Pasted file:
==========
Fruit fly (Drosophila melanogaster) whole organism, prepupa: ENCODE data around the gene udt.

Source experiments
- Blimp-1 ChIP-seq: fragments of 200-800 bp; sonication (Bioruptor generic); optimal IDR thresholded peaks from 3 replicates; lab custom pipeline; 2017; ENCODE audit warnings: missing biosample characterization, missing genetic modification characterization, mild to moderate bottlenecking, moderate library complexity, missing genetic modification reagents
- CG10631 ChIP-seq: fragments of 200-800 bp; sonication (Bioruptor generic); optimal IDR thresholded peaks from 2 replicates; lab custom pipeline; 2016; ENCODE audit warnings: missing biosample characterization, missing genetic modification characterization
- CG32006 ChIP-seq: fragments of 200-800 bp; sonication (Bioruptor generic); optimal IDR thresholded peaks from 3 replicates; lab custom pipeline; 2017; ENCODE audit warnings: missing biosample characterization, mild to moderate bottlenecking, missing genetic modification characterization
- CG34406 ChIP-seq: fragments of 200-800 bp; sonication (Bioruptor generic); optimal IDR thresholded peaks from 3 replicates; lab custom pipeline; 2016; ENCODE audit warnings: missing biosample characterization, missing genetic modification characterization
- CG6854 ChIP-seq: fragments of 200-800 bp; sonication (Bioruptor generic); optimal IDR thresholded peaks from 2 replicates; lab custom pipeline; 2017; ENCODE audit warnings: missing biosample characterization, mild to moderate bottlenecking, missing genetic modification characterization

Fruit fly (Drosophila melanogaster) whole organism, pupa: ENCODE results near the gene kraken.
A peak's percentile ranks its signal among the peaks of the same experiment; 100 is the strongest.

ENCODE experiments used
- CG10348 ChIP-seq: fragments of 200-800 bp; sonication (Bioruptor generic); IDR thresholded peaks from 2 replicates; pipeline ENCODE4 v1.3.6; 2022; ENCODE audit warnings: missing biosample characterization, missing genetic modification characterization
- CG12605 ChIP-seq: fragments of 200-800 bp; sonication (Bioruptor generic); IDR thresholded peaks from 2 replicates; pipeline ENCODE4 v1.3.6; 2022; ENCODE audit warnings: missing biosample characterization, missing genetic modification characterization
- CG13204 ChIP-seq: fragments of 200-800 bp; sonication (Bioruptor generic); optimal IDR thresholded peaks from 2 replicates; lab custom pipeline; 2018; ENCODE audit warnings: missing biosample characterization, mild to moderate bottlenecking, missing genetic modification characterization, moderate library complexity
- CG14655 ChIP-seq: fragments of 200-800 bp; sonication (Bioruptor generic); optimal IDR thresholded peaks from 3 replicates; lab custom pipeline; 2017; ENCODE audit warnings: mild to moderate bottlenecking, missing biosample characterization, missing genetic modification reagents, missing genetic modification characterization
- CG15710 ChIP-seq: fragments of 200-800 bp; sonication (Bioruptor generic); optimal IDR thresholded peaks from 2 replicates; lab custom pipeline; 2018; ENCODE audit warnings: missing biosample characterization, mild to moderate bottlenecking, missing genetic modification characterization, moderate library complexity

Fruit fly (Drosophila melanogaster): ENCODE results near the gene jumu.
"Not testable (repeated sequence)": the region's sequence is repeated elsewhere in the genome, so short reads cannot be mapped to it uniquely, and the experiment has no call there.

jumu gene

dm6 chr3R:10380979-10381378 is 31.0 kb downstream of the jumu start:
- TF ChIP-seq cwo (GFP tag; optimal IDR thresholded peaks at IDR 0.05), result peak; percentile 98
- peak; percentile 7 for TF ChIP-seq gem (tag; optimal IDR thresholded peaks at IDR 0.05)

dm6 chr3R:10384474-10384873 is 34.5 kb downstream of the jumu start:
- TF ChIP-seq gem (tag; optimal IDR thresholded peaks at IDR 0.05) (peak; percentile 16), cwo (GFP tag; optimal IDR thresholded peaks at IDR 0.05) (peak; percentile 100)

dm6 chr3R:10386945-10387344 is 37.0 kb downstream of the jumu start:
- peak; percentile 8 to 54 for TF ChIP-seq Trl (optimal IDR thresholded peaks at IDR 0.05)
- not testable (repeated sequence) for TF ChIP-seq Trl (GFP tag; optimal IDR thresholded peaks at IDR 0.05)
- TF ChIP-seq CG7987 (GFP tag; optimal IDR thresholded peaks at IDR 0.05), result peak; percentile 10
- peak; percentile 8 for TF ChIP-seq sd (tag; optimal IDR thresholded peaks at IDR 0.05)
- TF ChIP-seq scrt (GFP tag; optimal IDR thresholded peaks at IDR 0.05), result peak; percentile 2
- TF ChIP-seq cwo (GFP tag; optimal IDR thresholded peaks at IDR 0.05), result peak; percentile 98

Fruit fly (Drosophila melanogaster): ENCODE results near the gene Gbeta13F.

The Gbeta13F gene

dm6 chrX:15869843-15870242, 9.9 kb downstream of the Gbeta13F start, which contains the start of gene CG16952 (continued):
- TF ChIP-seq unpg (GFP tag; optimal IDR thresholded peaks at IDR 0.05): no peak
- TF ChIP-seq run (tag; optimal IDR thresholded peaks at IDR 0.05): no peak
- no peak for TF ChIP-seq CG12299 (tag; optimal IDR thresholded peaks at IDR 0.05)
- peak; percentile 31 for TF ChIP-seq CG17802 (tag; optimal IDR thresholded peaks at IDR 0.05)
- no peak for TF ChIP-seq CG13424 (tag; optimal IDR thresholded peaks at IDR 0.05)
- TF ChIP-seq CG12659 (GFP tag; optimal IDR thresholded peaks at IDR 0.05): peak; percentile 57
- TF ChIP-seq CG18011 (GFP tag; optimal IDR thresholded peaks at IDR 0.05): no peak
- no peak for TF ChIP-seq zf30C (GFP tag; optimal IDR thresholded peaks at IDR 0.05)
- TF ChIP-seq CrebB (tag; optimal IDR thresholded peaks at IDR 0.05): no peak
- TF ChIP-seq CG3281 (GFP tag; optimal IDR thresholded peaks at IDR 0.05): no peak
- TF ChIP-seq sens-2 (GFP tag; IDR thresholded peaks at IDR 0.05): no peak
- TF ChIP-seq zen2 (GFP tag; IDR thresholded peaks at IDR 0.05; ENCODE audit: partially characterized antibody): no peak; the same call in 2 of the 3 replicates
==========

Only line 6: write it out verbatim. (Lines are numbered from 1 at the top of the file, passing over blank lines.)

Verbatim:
- CG34406 ChIP-seq: fragments of 200-800 bp; sonication (Bioruptor generic); optimal IDR thresholded peaks from 3 replicates; lab custom pipeline; 2016; ENCODE audit warnings: missing biosample characterization, missing genetic modification characterization